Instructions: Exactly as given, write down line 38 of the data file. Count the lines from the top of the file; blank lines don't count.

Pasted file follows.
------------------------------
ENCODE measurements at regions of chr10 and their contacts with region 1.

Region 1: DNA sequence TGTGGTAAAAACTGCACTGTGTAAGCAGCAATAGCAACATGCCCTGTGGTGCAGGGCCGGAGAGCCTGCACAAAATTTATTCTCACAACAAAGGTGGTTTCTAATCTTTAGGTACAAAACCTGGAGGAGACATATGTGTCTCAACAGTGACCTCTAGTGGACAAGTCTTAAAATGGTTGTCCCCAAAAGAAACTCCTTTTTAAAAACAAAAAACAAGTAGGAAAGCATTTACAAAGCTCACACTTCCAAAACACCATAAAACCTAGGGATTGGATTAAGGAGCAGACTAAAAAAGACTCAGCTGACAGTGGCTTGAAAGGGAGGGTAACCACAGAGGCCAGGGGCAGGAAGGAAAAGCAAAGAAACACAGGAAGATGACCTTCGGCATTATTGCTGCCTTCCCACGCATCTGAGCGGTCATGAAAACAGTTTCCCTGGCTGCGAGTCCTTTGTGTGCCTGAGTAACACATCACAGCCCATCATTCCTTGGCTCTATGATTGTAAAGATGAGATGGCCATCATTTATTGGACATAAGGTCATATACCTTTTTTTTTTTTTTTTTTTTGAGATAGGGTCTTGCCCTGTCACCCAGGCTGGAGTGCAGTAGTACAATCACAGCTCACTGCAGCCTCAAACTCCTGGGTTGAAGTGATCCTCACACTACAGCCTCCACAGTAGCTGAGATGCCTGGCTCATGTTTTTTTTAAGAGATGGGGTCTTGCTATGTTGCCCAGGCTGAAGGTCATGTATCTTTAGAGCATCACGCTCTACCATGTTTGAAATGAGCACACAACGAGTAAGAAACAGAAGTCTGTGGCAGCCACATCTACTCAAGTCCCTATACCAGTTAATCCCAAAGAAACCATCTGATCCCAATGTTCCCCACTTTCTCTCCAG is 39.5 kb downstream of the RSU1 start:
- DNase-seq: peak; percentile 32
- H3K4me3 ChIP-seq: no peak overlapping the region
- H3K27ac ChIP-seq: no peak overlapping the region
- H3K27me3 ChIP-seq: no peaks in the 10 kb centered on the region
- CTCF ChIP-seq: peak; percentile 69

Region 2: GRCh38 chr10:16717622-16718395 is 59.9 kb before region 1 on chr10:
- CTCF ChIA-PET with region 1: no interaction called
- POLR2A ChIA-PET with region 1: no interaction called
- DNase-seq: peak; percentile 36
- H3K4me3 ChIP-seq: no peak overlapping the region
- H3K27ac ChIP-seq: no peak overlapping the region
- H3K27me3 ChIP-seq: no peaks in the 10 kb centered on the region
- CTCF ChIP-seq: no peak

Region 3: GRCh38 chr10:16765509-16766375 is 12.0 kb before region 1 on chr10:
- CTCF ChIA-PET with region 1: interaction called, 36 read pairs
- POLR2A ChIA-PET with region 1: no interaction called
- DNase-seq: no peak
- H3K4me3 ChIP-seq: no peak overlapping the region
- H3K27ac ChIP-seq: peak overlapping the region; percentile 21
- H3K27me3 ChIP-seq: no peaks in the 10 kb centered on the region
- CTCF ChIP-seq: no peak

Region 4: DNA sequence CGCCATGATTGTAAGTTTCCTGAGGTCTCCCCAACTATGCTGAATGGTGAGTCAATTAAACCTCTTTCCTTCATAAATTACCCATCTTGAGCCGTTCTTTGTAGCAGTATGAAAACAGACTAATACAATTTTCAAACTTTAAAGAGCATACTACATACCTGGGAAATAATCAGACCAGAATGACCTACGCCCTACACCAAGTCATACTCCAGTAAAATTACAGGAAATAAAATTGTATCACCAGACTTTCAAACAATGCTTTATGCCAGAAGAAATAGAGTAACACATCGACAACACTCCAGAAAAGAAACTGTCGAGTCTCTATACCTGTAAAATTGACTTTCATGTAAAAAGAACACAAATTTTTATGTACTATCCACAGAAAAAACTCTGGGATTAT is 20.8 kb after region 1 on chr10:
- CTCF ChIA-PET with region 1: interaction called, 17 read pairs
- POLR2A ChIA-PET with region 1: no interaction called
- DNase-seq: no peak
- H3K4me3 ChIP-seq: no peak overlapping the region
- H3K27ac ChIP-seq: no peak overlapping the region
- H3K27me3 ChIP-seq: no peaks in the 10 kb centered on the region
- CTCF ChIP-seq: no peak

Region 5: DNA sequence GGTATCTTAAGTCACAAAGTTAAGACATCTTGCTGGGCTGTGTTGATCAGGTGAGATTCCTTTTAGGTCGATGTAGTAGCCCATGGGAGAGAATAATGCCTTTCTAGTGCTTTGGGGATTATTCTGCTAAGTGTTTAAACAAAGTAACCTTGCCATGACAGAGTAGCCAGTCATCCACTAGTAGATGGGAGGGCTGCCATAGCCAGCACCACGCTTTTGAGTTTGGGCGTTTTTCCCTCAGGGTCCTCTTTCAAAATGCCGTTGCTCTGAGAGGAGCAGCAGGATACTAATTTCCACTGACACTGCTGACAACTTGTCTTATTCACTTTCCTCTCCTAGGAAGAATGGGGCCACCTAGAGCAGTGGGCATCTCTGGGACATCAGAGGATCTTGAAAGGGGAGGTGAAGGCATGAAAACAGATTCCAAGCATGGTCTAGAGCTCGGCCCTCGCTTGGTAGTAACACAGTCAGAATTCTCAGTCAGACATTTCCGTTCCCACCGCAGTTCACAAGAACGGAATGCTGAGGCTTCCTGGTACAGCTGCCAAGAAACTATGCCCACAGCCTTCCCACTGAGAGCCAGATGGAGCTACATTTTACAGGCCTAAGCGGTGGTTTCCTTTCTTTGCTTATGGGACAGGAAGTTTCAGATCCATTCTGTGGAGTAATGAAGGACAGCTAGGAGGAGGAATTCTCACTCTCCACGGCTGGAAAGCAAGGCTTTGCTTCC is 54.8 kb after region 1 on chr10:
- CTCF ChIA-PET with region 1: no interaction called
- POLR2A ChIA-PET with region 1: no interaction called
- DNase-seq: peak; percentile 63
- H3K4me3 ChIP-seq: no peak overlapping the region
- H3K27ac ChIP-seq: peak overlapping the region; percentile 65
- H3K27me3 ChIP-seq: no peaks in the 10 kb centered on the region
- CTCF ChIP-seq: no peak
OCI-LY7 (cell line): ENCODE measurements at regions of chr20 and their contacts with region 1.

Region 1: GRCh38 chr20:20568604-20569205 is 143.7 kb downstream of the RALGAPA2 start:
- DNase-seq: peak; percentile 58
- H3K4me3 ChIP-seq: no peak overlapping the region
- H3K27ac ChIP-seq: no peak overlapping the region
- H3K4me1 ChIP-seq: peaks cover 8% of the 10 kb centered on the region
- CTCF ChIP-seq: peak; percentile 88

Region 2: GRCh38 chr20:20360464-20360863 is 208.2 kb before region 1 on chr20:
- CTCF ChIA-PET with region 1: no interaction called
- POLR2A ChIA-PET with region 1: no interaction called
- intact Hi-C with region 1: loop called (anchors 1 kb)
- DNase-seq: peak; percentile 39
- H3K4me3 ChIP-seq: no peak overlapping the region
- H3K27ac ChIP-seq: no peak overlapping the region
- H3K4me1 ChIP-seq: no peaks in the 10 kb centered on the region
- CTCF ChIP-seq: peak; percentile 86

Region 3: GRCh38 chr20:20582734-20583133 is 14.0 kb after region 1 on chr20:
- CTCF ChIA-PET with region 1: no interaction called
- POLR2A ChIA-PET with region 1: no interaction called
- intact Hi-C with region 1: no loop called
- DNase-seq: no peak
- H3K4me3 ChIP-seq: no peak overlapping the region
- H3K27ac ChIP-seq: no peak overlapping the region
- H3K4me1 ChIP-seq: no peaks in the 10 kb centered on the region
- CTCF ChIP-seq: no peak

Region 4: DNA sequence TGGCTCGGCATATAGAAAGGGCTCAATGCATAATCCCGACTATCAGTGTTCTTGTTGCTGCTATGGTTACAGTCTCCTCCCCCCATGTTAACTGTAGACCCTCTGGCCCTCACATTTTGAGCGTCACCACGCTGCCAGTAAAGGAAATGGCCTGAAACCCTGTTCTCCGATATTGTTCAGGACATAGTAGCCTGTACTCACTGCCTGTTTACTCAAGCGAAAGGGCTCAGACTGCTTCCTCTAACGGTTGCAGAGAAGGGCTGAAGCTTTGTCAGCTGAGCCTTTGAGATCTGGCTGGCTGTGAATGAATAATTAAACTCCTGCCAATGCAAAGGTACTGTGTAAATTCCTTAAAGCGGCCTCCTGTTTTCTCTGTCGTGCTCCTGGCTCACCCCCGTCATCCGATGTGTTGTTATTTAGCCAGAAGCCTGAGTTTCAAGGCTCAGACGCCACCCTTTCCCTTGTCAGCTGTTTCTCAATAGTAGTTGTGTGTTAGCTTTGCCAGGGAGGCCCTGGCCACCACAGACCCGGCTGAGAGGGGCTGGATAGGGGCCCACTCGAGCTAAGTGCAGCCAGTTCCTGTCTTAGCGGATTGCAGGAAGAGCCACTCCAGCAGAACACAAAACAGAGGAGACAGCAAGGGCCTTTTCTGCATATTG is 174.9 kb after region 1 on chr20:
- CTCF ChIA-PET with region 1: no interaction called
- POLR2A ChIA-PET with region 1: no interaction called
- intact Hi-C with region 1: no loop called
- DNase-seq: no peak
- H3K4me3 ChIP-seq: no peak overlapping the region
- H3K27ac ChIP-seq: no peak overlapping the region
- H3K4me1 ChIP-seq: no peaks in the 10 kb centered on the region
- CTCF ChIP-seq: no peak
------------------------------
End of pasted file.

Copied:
- H3K27me3 ChIP-seq: no peaks in the 10 kb centered on the region